Foreign Affairs Minister Lawrence Cannon said the issue will be an immediate priority. Canadian officials have been waiting for the departure of President George W. Bush to work with his successor on an integrated carbon market.
Obama has set the target of reducing greenhouse gases to 1990 levels by 2020, while Canada's plan would cut emissions to 3 percent below 1990s levels by that time.
Both targets fall well short of the Kyoto Accord, which is supported by Europe and the developing world.
"There are a lot of similarities between the positions put forward and our position," Cannon said. "This augurs well for a North American approach on environmental issues - specifically on climate change."
While U.S. states and Canadian provinces have been cobbling together a patchwork of approaches, Canadian officials have been eyeing a continent-wide solution for some time.
Canadian Prime Minister Stephen Harper has said it's difficult for one country in a shared economic space to set hard targets like a cap-and-trade system while its neighbor doesn't.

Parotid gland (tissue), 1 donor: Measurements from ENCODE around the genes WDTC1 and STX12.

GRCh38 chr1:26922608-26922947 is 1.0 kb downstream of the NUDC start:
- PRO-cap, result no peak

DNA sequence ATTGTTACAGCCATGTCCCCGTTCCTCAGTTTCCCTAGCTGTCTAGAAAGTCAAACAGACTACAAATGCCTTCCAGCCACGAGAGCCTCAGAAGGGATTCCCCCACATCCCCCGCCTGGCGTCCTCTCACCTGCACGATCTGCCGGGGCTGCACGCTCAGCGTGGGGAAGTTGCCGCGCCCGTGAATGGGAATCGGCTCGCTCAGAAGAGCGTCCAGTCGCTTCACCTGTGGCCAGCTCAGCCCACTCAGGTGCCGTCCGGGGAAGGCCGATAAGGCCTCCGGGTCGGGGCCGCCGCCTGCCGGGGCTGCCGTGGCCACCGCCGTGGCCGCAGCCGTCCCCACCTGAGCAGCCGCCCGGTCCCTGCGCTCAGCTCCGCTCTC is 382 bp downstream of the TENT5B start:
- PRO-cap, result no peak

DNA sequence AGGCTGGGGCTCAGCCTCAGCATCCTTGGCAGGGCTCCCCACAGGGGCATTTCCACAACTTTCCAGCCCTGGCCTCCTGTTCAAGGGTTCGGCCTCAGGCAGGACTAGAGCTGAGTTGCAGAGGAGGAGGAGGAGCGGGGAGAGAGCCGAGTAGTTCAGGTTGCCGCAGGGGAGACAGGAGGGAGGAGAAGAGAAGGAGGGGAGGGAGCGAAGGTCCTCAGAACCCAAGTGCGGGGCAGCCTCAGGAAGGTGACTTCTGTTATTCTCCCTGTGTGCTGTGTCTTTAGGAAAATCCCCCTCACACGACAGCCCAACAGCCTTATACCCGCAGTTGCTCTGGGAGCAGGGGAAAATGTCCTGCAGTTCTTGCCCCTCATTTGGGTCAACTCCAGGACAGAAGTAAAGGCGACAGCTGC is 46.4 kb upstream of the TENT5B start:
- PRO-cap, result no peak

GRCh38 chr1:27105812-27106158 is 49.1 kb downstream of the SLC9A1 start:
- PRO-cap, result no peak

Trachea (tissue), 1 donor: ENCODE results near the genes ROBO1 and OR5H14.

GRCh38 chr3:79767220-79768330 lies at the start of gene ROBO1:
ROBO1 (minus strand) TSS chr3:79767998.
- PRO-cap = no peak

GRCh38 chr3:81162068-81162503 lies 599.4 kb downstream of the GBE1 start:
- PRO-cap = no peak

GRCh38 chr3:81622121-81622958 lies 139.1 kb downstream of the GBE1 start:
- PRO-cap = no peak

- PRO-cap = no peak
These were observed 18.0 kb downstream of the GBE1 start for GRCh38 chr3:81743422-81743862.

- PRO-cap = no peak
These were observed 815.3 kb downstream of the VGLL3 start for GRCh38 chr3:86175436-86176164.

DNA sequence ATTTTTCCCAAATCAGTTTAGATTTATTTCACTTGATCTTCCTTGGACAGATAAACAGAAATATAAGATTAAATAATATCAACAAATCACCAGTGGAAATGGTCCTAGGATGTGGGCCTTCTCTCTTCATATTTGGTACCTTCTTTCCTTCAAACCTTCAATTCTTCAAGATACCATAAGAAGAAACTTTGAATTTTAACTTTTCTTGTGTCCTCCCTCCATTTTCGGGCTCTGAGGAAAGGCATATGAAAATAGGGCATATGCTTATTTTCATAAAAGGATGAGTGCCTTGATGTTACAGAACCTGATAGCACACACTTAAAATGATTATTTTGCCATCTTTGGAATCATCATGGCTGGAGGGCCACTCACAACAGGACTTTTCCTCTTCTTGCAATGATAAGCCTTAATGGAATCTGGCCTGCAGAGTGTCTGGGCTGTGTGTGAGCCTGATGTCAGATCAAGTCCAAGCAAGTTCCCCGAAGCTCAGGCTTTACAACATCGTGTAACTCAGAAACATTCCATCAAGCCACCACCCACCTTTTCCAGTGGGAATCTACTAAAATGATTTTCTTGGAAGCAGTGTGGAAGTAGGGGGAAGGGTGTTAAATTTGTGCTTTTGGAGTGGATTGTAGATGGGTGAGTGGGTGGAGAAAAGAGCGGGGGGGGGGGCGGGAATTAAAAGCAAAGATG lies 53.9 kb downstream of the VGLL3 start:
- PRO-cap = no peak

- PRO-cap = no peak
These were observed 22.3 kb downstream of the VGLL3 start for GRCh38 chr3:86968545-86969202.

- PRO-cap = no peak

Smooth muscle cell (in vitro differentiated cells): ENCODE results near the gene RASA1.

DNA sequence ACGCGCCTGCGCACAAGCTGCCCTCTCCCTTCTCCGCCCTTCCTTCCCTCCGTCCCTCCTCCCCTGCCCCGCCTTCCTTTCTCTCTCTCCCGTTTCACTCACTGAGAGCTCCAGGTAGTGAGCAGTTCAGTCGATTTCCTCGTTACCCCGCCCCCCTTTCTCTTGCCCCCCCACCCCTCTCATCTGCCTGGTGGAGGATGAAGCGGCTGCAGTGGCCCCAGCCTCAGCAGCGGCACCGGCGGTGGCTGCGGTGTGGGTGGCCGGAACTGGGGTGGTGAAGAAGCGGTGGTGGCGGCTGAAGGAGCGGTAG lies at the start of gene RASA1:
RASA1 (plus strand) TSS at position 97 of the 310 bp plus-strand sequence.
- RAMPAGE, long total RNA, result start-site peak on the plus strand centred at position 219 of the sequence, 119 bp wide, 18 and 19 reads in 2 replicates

"We will be able to tackle this file on the North American level - on a continental level," Cannon said. "Over the coming weeks I know my colleague Jim Prentice, minister of the environment, will be active on that file. I see that in a positive light."
Harper pulled Canada out of the Kyoto Protocol, which commits industrialized nations to reduce greenhouse gas emissions.
The Bush administration rejected the Kyoto accord, arguing it would harm American business and that it made no comparable demands on emerging economies. China, India and other large developing countries refused to accept a binding arrangement that they said would limit their development and their declared mission to ease poverty at home.